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P2 Vulgar Terms on the Paper 2 Exam

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While going through my Paper 2 plays for the final time, I have noticed that in one of the plays that we have studied, the "n" word is frequently employed (the play is Joe Turner's Come and Gone by August Wilson). Thus, on the exam, I'm not sure how I should quote the play if a certain quotation contains that word! I am not particularly comfortable using the word, but I am unsure if I can simply write "n---", or something along those lines on the exam. 

 

So, my question is, will the examiner understand and is it acceptable if I write something like "n---" instead of the actual word, or should I actually use the term in my quotations?

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I think you should probably write out the whole word if you're doing a quotation. That's what quotations are supposed to be - directly taken from the text. Would the examiner understand? They may or may not, but I do think they'll understand you using the profanity if it is coming from your text, so you don't have to worry about that part.

 

If it makes you too uncomfortable, do other quotations or use a different play altogether, but I think the only real obstacle to overcome is your own comfort level with writing the word.

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Use it. If it is used in the play, then quote exactly -- and fully, without second thought or misgivings. Forget political correctness as well: it is just another form of intolerance and hypocriscy, more concerned with appearances than addressing the real thing (to my mind, the institutionalised racism which we participate in--all of us).

 

Using the word doesn't mean you are being racist: it is you quoting the word as spoken by others. If you change it, replace it with a "more acceptable" word, then you are distorting the play, the meanings etc. which is the worst thing you can do to literature because you are tinkering with it and practising a form of censorship. It's like schools in North America (and now Britain) banning Huckleberry Finn for "using unacceptable language". A complete misunderstanding of the novel and disrespect for Clemens/Twain.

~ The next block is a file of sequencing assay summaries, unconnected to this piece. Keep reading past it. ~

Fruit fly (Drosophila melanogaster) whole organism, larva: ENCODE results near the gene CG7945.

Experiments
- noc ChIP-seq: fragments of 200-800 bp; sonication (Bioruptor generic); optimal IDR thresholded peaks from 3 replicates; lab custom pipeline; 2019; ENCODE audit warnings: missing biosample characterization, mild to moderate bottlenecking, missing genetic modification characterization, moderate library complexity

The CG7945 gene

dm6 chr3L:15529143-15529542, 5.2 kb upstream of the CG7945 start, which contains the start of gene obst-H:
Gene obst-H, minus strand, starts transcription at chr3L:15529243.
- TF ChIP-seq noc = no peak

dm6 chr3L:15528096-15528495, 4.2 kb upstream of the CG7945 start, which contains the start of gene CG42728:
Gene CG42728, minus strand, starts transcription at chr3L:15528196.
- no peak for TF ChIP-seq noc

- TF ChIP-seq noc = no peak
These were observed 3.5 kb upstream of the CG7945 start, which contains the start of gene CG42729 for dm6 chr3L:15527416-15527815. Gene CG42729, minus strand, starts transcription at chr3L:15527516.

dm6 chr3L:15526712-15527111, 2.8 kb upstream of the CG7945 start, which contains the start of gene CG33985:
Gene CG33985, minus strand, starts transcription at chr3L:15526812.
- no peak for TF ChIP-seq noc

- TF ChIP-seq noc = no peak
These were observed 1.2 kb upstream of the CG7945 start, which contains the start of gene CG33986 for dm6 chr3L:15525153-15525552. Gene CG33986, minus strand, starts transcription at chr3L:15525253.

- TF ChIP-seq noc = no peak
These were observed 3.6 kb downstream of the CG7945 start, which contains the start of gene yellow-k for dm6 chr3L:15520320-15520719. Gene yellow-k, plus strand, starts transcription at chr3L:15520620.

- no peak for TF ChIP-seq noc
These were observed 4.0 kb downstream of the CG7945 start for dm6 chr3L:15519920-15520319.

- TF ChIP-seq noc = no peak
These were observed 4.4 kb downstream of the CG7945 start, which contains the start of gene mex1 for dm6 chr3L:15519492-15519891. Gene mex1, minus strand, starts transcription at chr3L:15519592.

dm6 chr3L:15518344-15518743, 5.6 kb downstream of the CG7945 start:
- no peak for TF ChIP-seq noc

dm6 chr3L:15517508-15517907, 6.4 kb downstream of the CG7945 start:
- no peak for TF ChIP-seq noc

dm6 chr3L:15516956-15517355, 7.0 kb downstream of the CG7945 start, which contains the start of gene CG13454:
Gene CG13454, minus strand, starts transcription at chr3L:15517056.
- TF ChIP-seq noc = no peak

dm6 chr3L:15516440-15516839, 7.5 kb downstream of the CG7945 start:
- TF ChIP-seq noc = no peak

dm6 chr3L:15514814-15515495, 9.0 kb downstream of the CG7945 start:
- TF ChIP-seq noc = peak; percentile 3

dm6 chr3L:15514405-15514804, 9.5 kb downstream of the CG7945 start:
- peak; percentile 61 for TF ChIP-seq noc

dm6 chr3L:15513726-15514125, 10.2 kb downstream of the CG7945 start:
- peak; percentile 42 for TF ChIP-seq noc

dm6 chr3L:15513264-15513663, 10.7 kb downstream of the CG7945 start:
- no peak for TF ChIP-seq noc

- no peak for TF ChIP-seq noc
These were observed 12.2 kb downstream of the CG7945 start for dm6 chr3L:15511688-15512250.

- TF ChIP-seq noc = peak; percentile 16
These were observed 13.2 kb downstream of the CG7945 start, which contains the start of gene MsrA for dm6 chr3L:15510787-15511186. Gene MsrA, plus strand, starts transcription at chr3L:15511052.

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I think you should probably write out the whole word if you're doing a quotation. That's what quotations are supposed to be - directly taken from the text. Would the examiner understand? They may or may not, but I do think they'll understand you using the profanity if it is coming from your text, so you don't have to worry about that part.

 

If it makes you too uncomfortable, do other quotations or use a different play altogether, but I think the only real obstacle to overcome is your own comfort level with writing the word.

 

Use it. If it is used in the play, then quote exactly -- and fully, without second thought or misgivings. Forget political correctness as well: it is just another form of intolerance and hypocriscy, more concerned with appearances than addressing the real thing (to my mind, the institutionalised racism which we participate in--all of us).

 

Using the word doesn't mean you are being racist: it is you quoting the word as spoken by others. If you change it, replace it with a "more acceptable" word, then you are distorting the play, the meanings etc. which is the worst thing you can do to literature because you are tinkering with it and practising a form of censorship. It's like schools in North America (and now Britain) banning Huckleberry Finn for "using unacceptable language". A complete misunderstanding of the novel and disrespect for Clemens/Twain. 

 

Thank you for the replies. I will take the advice and use the word if need be. I appreciate the advice!

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